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Mapping Trick for Membership Binning

This lesson reveils you a mapping trick for membership binning. Let’s have a look at a simple situation were this can be useful.

Assume you have a Series and a corresponding “mapping table” where each value belongs to a multi-member group, or to no groups at all:

>>> countries = pd.Series([
...     'United States',
...     'Canada',
...     'Mexico',
...     'Belgium',
...     'United Kingdom',
...     'Thailand'
... ])
>>> groups = {
...     'North America': ('United States', 'Canada', 'Mexico', 'Greenland'),
...     'Europe': ('France', 'Germany', 'United Kingdom', 'Belgium')
... }

In other words, you need to map countries to the following result:

0    North America
1    North America
2    North America
3           Europe
4           Europe
5            other
dtype: object

00:00 Now it’s time to learn a little trick for membership binning categorical data. Let’s say you have a Series like this, a number of countries, that you need to map to a mapping table, like this, where each of the countries either belongs to an item in here or doesn’t belong anywhere. You basically need a function that’s similar to Pandas’ cut() method but bins values based on categories instead of numbers.

00:26 We’re going to build on the Series.map() method that you used in the categorical data video to do this. So before we get started, let me just copy all this,

00:38 and open up the terminal.

00:44 Start the Python interpreter, import pandas as pd, and then paste in those two dictionaries. Before you get to writing the function, from typing import Any so that you can put some type control into the parameters of the function.

01:01 Now define a new function called membership_map(),

01:06 which is going to take in a couple parameters. So, s will be a Series, groups will be a dict.

01:19 fillvalue, for something that’s not found in the mapping table, can be anything, and set the default value to -1. And this function is going to return a Series.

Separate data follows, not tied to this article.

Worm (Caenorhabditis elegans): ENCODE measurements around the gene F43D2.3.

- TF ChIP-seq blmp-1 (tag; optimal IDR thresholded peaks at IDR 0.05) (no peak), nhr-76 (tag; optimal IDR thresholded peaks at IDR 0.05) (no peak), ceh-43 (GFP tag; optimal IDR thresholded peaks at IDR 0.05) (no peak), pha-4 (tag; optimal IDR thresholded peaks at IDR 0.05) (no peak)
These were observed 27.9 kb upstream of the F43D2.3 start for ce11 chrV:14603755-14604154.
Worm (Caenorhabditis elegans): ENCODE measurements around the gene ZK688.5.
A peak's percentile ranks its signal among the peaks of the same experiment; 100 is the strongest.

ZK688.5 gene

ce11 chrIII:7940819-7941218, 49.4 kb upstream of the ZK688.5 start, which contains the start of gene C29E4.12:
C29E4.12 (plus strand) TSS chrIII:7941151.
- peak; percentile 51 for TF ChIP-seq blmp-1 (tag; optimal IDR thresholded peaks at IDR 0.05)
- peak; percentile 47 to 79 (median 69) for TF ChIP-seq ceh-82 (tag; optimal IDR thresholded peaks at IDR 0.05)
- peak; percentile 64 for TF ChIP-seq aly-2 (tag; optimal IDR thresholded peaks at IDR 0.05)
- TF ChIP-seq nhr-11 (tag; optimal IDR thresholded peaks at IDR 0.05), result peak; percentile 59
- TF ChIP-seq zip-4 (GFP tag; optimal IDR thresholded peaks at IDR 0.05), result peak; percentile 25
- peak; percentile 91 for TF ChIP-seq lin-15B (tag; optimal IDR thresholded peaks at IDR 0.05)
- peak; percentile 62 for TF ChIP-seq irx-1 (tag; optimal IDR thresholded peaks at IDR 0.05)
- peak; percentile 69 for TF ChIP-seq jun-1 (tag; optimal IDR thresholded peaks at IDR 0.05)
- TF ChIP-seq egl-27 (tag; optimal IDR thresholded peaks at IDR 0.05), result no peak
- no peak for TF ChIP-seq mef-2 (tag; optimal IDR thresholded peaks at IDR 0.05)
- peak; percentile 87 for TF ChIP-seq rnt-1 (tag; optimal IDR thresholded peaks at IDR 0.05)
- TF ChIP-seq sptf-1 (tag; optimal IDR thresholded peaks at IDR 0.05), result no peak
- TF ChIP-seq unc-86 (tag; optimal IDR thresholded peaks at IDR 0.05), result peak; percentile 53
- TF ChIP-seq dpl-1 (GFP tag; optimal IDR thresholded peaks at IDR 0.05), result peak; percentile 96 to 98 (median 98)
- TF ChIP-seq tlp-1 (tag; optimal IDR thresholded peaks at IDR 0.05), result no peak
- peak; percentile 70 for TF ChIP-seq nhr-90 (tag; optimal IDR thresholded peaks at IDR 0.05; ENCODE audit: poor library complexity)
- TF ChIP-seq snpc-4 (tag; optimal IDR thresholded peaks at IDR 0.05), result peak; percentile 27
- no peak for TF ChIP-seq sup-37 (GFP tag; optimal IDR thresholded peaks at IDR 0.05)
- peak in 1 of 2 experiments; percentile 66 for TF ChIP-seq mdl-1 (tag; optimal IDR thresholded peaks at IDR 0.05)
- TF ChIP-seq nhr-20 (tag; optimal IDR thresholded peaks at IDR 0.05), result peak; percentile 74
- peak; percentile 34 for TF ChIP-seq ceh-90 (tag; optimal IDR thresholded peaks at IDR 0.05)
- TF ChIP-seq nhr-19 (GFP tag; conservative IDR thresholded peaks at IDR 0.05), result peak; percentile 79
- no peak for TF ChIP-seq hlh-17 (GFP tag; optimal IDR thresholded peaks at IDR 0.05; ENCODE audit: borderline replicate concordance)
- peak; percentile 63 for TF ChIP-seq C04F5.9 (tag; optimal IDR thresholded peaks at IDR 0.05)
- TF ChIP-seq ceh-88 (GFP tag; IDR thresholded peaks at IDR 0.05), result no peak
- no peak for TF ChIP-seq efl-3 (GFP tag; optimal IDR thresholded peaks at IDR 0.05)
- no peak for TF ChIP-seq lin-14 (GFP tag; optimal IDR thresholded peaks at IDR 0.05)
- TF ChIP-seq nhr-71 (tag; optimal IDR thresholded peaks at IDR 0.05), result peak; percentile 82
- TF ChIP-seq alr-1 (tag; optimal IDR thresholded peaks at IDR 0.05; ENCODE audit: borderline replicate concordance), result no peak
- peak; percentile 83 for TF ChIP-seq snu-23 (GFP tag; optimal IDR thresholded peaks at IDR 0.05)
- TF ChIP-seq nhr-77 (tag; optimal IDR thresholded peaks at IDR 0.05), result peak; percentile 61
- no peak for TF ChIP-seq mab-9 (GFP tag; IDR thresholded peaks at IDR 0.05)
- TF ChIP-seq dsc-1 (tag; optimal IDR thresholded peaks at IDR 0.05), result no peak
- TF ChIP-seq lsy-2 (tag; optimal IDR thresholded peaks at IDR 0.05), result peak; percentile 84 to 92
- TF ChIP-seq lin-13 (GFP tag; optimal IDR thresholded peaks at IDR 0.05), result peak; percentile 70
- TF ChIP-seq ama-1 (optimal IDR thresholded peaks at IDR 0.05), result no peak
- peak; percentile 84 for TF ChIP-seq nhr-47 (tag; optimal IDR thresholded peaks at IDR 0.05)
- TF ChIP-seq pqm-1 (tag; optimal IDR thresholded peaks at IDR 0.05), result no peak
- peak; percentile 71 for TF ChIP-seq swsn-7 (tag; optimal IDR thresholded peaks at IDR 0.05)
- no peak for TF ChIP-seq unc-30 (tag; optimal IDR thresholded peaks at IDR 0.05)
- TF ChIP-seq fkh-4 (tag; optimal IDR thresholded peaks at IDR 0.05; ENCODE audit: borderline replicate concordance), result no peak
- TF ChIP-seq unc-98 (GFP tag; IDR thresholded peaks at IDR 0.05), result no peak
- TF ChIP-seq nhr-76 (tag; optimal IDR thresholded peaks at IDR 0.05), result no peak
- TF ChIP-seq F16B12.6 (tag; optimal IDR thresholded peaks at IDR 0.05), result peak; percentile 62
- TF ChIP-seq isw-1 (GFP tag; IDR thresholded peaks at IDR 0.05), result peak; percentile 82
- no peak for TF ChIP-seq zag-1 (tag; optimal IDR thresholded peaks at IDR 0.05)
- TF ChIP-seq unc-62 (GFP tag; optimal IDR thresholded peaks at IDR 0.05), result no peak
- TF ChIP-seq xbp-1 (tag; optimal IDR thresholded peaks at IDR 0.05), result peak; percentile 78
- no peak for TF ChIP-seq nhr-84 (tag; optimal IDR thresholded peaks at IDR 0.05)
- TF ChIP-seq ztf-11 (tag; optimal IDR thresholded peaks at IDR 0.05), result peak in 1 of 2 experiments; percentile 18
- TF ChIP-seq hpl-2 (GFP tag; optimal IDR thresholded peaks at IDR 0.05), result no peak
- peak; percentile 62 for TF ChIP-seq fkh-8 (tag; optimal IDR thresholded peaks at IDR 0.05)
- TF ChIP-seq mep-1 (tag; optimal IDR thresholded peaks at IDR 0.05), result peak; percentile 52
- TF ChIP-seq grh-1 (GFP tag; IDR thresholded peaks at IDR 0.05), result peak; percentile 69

01:34 Like before, make a dictionary called groups, and we’re going to use a pretty large dictionary comprehension here, {x: k for k, v in groups.items() for x in v}.

01:58 And then just return s.map(groups), and then fill in any values that are not found with the fillvalue, like that. So before you use this, try to think about what’s going on in this dictionary comprehension. So let me scroll up.

02:19 groups is going to be that mapping dictionary, like this right here. When you call groups.items(), you’re going to return the key and then the value. So in this case, the key would be 'Europe' and then the value would be this entire tuple here.

02:36 Pandas’ .map() method is not going to go inside this tuple, so you needed to break it out further, and that’s where this second loop for x in v comes into play.

02:45 So if this is v, now x represents each of these countries. And that’s how you get the final dictionary, so for each country it will then return the k continent.

02:58 If that’s still confusing, feel free to write this out as two nested for loops to try to understand what’s going on. Okay. Time to see if this works.

03:08 So call membership_map(),

03:12 and now you’re going to pass in s, which is countries in this case. groups will be groups, or the mapping dictionary.

03:21 And then the fillvalue for anything not found in that mapping dictionary, you can just say 'other'. And there you go. The first three countries were from North America, the next two were from Europe, and 'Thailand' wasn’t in either of those, so it returned 'other'. This was a small dataset, so it wasn’t very noticeable, but by using this dictionary comprehension and then mapping those values, this would be a lot faster than if you were to run through this with nested for loops. This is a nice use of a dictionary for mapping, which, while it’s helpful with Pandas, is useful in a lot of other situations in Python. So, that’s it!

03:58 You’ve learned how to write a pretty useful function that you can use to map datasets to categorical bins in a very quick and concise way. Thanks for watching.

Avatar image for raulfz

raulfz on May 6, 2021

Thank you for your Tutorial. The accessor methods and groupby iteration are really great tricks.

However, about this mapping trick I don’t really see any benefit over this:

grp = {ctry : cont for cont, ctries in groups.items() for ctry in ctries}
grp.update({ctry : 'Other' for ctry in countries if ctry not in grp.keys()})



Avatar image for arcarlos00

arcarlos00 on Sept. 2, 2021

Thanks for the tuto. I understand that it fills some entries with the string ‘Other’, but why do we need to do

from typing import Any

at all?

Avatar image for Bartosz Zaczyński

Bartosz Zaczyński RP Team on Sept. 2, 2021

@arcarlos00 Strictly speaking, you don’t need them. These are called annotations or type hints, which Python completely ignores. Some tools and libraries can leverage those type hints, for example, to improve auto-completion and type checking in your code editor. However, in this case, they seem to only serve as documentation for the reader.

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